Hadleigh Town Centre
Hadleigh is known for its castle, and the country park that surrounds it. Most of the facing stones were stripped from the castle in the 16th century - the only bits still visible today being high inside the surviving towers and a small section on the 'gate house' - so most of what remains today is actually the rubble infill that was packed between the outer facing stones. Despite this the skeletal remains are pleasing to the eye and have been considered a romantic ruin for a few hundred years. John Constable painted Hadleigh Castle in 1829. The painting now belongs to the Yale Center for British Art, and is on permanent display in their museum on the Yale campus. Set at the top of a hill overlooking the Thames Estuary, the Canary Wharf development to the west can be seen when visibility is adequate.
Another building of note is St. James the Less Church which was believed to be Norman but is now known to be Saxon because of its general dimensions, window alignments, Saxon Romanesque arches, pagan Saxon 'pudding stone' inclusions and the pagan Saxon 'fairy wheel' motif carved into the wall by the north door. The church remains picturesque despite the fact that it stands in the central reservation of the A13 road.
Hadleigh Farm (including the area around the castle) is a host venue for the London 2012 Olympic mountain biking events.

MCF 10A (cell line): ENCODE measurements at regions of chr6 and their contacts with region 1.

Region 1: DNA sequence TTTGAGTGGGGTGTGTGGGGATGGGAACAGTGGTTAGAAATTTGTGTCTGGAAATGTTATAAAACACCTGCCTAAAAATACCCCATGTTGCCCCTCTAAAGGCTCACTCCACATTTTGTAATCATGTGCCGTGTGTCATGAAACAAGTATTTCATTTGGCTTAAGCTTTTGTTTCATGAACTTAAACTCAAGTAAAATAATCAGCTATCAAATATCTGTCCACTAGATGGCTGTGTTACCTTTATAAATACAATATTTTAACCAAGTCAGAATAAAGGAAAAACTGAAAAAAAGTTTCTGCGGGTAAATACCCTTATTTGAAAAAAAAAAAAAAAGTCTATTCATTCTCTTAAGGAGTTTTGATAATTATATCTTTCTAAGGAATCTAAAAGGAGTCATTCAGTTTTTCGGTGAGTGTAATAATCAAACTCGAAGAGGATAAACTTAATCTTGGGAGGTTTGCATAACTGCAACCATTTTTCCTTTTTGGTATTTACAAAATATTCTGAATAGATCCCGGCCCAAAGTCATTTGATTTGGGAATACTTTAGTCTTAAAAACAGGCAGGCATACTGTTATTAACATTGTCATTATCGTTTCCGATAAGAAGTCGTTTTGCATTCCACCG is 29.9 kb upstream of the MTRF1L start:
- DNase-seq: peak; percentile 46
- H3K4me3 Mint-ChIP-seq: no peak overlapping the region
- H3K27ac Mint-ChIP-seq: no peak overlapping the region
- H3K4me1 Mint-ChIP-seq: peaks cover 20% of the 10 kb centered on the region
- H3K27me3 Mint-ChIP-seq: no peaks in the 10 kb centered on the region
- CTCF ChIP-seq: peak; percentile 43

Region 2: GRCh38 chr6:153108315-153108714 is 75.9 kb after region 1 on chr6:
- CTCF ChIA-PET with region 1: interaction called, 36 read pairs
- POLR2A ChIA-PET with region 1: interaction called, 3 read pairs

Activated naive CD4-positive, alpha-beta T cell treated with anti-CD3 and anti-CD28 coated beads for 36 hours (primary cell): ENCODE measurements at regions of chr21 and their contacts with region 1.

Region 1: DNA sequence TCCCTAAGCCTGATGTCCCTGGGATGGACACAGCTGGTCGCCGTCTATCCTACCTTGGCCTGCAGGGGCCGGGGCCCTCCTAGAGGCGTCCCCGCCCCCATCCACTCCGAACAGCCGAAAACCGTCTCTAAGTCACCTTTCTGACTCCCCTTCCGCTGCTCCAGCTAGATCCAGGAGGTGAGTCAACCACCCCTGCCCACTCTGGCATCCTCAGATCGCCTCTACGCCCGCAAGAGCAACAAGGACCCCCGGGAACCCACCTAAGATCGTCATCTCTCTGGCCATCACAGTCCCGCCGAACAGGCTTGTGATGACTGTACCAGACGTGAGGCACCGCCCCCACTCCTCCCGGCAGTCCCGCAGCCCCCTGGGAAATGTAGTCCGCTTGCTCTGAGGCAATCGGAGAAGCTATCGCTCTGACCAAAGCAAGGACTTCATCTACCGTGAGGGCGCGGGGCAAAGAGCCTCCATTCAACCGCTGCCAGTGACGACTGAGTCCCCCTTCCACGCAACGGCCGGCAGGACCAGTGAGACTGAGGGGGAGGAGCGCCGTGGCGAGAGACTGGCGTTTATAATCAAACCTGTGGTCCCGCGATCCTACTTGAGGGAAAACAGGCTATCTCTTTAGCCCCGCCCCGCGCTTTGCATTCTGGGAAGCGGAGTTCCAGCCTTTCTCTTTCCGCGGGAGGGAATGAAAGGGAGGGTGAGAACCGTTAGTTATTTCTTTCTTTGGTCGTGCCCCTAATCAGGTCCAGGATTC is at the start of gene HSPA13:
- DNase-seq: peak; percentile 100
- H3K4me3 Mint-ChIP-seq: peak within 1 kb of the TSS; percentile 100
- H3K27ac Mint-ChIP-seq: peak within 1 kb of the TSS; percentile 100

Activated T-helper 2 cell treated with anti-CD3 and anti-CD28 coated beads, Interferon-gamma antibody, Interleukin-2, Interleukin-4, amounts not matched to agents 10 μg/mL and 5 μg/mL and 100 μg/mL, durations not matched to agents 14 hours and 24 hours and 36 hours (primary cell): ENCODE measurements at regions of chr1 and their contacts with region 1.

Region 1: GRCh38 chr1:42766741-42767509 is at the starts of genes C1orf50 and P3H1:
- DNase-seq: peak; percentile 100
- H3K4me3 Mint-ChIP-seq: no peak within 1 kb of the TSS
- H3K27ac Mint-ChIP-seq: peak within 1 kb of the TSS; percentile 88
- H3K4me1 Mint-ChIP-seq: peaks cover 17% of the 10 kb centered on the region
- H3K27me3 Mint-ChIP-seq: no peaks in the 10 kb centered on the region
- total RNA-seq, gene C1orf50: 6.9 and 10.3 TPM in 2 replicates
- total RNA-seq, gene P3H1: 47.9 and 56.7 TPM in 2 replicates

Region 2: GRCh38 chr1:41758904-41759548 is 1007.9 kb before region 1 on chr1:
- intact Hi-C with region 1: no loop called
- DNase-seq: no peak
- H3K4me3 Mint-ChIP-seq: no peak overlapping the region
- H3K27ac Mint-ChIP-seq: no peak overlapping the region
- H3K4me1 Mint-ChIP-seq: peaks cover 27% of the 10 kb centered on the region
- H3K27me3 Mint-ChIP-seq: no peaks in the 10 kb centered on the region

Salvation Army Farm Colony
- Main article: Hadleigh Farm
The colony was established in Hadleigh in 1891 by General Booth. He believed every human being should have food and shelter and published a plan to rescue the destitute from the squalor of London. His vision was that the poor would be given board and lodgings in a City Colony in exchange for a day’s work. They could then move to a Farm Colony where they would be trained to work the land and run their own smallholdings. Then finally they could progress to Overseas Colonies, running smallholdings abroad.
The trial City Colony was set up in Whitechapel in 1889 and two years later Booth put down a deposit on land in Hadleigh for his Farm Colony. Starting with 800 acres of land, later expanding to 3,200 acres, the farm was home to 200 colonists by the end of its first year.
Existing farm buildings were renovated and new dormitories, a bathhouse, laundry, reading room, hospital and religious meeting house were built. As well as farming and market gardening, colonists were taught brickmaking, pottery and construction skills.
Today the colony operates an employment training centre for people who have special training needs, and accepts referrals from Social Services and the Employment Service. The aim is to create a realistic working environment, with the intention of helping clients gain the skills necessary for work elsewhere. Employment at the training centre – reminiscent of the colony’s origins - includes horticulture, carpentry, catering, office skills and estate management.
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